While full implementation fidelity is an expectation of the Ontario Ministry of Education (EDU) and a curriculum requirement of all publicly funded school boards in the province, findings from this study indicated incomplete and inconsistent implementation. In addition, a lower percentage of teachers reported implementation fidelity in their classrooms compared to administrators reporting on a school level. Besides being based on separate surveys, the findings may have also reflected the respective frames of reference for these two groups. Teachers, who are typically responsible for implementing DPA, had a more specific understanding of the extent to which they were implementing the components of the policy in their classroom, while administrators provided a more general assessment of DPA implementation for the school overall.

Another important finding with respect to implementation was that two components of implementation fidelity (intensity and continuity) were reported by administrators and teachers as lower than most other components. This may relate to an uneven understanding of the policy requirements for these components, due partly to ambiguity in the source documents provided to administrators and teachers. Specifically, PPM No. 138 states that 20 min of sustained MVPA is to be provided to students [19], while guidance documents indicate that time for a warm-up and cool-down are included in the 20-min DPA session [4851]. Also, for practical reasons, it is believed that some teachers offer shorter bouts of activity during the day. Stone and colleagues indicated such a perspective (that students are more likely to complete a number of shorter sessions than 20 min of sustained MVPA) after finding that no students were meeting the current requirements in their study of a number of Toronto elementary schools [42]. However, it is unclear if this assumption is correct, or whether schools can meet the 20 min of sustained activity at MVPA intensity under more favourable scheduling and logistical conditions.

Consistent with the adapted Chaudoir framework [45] and Social Ecological Model [25], our study findings indicated a number of predictors of implementation fidelity in schools and classrooms at various social ecological levels. While these can be categorized overall as organizational-micro focus (Fig. 1), several predictors can also be considered individual-level and organizational/system-level factors influencing DPA implementation.

Individual-level predictors

Not surprisingly, awareness of the policy was significantly related to implementation fidelity. Yet, it is important to acknowledge that awareness of policy requirements, by itself, may be a necessary but not sufficient factor related to implementation fidelity. Additional factors were also found to be related to implementation fidelity, as described below.

According to Bandura’s concept of self-efficacy (as part of Social Cognitive Theory), individuals who have confidence in taking action, or in overcoming barriers to take action, are more likely to implement the related behaviour [56]. Findings from the study supported this claim in the case of classroom teachers. Teacher self-efficacy has been shown to be an important predictor of physical activity policy/curriculum implementation in previous studies [27, 30, 39].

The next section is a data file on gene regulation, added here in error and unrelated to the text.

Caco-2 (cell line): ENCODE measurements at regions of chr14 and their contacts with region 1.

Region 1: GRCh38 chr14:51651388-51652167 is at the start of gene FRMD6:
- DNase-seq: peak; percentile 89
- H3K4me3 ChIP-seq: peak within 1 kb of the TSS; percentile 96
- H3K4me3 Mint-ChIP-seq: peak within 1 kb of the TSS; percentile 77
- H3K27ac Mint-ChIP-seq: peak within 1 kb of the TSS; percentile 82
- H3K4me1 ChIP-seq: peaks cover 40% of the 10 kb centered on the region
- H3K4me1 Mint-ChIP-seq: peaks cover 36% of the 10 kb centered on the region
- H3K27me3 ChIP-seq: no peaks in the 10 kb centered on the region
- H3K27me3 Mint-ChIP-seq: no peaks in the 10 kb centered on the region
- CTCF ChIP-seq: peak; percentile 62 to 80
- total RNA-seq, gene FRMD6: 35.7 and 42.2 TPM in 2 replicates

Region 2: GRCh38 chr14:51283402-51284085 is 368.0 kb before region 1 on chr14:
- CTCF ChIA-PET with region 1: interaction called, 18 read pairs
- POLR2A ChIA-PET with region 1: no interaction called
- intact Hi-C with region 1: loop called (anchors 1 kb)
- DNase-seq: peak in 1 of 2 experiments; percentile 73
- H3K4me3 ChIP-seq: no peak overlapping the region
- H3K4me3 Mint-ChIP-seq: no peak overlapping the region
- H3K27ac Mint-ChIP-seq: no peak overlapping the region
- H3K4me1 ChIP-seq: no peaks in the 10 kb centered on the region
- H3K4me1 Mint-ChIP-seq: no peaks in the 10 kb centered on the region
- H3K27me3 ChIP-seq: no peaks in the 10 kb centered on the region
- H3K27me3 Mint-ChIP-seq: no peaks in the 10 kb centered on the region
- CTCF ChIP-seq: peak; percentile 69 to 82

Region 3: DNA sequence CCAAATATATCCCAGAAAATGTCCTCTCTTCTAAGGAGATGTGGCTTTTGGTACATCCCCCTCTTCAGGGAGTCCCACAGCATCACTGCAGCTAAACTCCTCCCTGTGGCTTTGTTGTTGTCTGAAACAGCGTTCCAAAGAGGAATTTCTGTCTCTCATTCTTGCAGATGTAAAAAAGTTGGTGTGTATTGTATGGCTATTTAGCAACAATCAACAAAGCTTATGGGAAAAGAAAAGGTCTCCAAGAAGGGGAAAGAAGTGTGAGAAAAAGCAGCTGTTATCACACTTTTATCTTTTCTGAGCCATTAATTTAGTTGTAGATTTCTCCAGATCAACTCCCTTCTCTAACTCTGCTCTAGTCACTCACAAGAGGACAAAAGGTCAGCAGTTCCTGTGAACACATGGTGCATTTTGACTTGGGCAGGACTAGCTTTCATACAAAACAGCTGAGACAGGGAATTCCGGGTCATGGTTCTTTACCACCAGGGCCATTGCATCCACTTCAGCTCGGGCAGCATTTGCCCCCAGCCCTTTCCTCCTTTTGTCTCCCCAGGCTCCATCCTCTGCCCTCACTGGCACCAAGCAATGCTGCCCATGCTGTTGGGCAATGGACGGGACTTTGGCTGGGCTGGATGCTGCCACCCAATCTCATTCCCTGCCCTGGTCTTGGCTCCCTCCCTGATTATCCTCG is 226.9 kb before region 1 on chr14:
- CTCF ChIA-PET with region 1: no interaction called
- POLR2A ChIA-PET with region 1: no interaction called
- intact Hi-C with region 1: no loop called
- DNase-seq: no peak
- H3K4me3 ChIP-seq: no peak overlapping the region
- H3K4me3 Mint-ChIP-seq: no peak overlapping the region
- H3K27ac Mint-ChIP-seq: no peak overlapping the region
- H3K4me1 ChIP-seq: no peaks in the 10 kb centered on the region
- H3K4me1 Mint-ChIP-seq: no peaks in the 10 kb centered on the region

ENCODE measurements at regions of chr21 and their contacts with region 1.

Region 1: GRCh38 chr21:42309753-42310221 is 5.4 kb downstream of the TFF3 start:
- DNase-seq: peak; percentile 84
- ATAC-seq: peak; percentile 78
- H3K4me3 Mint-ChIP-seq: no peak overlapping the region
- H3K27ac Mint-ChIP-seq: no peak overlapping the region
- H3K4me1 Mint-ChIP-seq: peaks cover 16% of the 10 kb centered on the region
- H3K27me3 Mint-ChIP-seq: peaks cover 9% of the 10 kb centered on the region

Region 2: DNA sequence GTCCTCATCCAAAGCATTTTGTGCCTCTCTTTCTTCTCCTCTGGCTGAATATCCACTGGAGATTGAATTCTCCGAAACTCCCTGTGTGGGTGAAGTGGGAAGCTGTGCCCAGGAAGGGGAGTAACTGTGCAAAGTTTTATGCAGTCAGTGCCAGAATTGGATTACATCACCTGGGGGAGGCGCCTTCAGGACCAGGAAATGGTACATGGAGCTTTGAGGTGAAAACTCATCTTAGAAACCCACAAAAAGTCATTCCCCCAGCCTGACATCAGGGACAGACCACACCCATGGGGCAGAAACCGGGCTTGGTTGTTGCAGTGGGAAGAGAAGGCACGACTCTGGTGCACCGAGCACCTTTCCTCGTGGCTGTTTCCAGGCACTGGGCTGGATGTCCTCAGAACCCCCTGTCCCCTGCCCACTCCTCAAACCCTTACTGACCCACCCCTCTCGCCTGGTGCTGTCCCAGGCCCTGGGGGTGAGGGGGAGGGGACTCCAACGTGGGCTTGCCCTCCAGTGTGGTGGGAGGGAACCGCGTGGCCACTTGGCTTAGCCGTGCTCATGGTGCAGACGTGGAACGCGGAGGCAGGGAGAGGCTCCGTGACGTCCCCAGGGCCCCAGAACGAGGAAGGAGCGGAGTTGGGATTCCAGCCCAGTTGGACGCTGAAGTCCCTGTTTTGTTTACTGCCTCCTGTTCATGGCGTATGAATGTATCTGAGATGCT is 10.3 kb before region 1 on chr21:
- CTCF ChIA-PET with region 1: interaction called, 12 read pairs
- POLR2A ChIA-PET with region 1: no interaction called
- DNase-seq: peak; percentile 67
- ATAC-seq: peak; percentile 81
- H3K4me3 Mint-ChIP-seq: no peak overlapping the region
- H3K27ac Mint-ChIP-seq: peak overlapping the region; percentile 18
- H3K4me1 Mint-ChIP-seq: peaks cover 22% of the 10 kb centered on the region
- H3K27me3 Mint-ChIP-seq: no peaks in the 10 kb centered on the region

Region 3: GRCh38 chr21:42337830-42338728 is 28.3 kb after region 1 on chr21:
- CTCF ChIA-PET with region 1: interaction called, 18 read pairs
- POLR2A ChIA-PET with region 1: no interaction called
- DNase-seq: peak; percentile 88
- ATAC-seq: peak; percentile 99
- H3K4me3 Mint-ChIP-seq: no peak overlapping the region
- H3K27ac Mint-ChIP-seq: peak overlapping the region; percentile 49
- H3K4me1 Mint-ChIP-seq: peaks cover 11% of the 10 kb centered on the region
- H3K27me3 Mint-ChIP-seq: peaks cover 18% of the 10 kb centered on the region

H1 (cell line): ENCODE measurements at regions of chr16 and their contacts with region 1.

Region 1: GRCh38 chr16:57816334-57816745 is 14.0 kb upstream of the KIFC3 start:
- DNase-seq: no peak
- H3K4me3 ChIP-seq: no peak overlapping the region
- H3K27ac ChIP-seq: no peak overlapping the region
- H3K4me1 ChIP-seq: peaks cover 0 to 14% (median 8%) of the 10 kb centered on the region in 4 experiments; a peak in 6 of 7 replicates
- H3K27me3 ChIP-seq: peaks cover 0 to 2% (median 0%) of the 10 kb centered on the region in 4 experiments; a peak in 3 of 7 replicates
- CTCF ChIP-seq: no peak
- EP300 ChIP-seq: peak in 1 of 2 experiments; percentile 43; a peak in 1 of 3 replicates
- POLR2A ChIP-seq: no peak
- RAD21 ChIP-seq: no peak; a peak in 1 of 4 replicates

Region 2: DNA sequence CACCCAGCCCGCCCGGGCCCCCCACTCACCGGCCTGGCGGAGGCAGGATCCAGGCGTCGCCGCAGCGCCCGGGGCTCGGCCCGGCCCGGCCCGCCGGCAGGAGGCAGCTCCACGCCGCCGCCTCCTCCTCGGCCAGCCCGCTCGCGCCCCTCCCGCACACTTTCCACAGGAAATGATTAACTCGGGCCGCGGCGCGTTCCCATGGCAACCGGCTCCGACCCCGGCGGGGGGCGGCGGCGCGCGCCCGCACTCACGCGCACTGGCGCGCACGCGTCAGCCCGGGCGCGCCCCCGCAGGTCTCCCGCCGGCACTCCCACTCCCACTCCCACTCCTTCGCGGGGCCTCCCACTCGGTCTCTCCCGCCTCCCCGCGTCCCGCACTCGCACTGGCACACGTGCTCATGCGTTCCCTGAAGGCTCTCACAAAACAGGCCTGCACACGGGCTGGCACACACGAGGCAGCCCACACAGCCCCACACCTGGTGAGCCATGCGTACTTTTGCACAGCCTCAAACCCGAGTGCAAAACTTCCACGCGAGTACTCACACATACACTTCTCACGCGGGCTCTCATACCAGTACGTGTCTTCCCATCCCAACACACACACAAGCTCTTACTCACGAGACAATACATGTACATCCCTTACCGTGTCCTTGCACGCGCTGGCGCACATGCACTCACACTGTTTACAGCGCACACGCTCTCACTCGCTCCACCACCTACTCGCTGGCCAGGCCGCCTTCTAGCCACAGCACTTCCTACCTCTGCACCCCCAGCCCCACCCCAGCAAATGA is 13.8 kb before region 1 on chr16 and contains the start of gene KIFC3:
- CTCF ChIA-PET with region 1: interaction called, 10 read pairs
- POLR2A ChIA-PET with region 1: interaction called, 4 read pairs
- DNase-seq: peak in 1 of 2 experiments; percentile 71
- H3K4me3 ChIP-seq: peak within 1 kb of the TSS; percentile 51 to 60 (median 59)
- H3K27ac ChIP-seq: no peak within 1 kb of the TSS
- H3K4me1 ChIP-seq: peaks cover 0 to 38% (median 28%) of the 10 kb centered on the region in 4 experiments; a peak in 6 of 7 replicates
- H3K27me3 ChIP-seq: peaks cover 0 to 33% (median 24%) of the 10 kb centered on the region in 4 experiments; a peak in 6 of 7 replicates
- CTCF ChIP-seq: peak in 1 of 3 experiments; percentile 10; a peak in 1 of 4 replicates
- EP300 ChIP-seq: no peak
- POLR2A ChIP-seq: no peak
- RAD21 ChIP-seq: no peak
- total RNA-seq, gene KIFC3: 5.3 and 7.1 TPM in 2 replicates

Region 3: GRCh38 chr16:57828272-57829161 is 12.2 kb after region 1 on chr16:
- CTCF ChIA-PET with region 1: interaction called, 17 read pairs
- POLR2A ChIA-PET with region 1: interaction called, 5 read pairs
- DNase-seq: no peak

Findings from the study also confirm the importance of some additional perceptions that administrators and teachers had, which were significantly related to implementation fidelity. One explanation for the lower perceived priority of DPA among teachers, as compared to administrators, is that teachers may experience more direct constraints on what can be accomplished in their classroom. For example, Patton’s study of DPA implementation found that administrators very much favoured DPA programs while teachers held a more instrumental view, maintaining that implementation lacked logistical supports [38]. In any case, it is interesting to note that study findings revealed that implementation fidelity was higher in classrooms where teachers agreed with the notion that DPA was equally important as other curriculum requirements, while this was not a significant relationship among school administrators.

As mentioned earlier, administrators and teachers perceived that DPA is associated with a number of benefits. Conceptually, these perceived benefits were considered to be potential facilitating factors, but findings from the analysis indicated that they were not significantly associated with implementation fidelity. This indicated that variability in implementation fidelity may be more related to other factors (e.g., awareness of DPA requirements, scheduling, monitoring and barriers) than to perceptions about DPA’s benefits to student well-being.

Organizational/system-level predictors

In developing the study and measurement instrument, resources and supports were conceptualized as facilitating factors in relation to implementation fidelity, as previous studies have indicated their importance [2628]. However, the findings indicated that they need to be considered as potential rather than actual facilitators since administrators and teachers reported infrequent use of these. It is unclear whether this was due to a lack of (or lack of awareness of) available resources and supports. In the specific case of resources, perhaps they were not current, or newer resources and learning opportunities were offered on potentially more prominent topics. In any case, the significant association of using resources and supports with implementation fidelity indicates that they could have an important potential role in achieving higher levels of implementation.